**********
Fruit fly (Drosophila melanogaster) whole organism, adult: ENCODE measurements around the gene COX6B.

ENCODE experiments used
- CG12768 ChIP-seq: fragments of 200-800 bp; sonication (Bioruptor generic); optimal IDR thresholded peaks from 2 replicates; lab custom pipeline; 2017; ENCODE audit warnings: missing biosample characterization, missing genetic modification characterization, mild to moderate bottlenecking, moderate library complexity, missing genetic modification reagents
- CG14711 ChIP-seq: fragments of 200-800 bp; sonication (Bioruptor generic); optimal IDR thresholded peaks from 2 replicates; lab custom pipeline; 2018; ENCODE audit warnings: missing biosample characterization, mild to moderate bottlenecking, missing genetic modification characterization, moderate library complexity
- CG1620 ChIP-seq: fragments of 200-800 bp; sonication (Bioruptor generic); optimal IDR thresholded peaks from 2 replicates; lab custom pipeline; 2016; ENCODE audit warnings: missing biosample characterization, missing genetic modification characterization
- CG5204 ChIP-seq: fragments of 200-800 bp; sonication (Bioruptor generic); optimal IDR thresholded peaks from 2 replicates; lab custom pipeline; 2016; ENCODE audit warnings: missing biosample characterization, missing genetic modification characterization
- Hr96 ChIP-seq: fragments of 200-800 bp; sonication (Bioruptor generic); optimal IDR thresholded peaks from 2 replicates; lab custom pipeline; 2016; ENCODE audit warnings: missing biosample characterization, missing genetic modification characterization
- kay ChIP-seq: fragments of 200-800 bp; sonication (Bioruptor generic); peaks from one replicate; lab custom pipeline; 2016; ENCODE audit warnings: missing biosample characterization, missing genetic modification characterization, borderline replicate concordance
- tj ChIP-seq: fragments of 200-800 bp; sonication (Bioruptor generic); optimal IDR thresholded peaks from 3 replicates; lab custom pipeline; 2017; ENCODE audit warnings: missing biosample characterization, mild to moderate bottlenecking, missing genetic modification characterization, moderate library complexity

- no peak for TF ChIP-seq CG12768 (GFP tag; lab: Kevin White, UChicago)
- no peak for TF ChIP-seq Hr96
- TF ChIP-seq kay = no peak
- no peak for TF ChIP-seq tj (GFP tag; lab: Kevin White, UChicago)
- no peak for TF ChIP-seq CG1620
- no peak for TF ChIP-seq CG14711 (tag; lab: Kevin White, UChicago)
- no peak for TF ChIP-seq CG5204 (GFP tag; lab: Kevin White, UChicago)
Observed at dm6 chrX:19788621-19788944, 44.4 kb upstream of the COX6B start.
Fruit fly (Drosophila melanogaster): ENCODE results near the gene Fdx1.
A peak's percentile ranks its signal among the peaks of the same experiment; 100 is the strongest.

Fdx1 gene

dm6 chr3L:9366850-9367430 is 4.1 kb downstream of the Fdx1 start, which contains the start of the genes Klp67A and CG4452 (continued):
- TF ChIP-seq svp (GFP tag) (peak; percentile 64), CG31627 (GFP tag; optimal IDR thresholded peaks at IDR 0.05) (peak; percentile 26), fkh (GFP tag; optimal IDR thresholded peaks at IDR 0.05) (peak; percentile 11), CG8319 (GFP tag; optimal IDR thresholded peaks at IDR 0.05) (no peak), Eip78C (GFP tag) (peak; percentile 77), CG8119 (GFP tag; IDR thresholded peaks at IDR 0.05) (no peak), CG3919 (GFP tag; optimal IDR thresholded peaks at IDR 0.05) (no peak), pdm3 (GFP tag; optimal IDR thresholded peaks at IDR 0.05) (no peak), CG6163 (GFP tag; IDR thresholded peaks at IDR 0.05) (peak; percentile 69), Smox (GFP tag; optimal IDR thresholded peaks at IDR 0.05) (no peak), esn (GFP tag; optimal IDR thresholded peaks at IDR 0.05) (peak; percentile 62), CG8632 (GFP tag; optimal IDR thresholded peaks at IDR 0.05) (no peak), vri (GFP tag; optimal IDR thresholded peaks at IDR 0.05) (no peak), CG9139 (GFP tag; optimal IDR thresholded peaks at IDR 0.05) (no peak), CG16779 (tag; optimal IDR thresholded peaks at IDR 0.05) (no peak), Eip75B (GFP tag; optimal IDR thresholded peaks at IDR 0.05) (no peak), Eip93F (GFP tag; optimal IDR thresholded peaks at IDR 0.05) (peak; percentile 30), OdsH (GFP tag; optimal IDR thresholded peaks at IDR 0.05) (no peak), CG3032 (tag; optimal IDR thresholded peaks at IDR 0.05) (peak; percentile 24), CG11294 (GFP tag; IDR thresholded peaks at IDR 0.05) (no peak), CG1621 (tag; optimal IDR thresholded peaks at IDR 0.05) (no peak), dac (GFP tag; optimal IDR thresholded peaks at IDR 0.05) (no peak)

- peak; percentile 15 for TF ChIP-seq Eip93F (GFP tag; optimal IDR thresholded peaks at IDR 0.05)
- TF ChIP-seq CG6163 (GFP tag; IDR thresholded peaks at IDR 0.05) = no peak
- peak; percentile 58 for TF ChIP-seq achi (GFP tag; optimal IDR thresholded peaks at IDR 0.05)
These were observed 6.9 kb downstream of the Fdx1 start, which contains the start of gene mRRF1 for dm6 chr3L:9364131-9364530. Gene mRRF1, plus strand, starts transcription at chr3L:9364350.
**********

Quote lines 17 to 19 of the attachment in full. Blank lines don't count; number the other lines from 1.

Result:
Observed at dm6 chrX:19788621-19788944, 44.4 kb upstream of the COX6B start.
Fruit fly (Drosophila melanogaster): ENCODE results near the gene Fdx1.
A peak's percentile ranks its signal among the peaks of the same experiment; 100 is the strongest.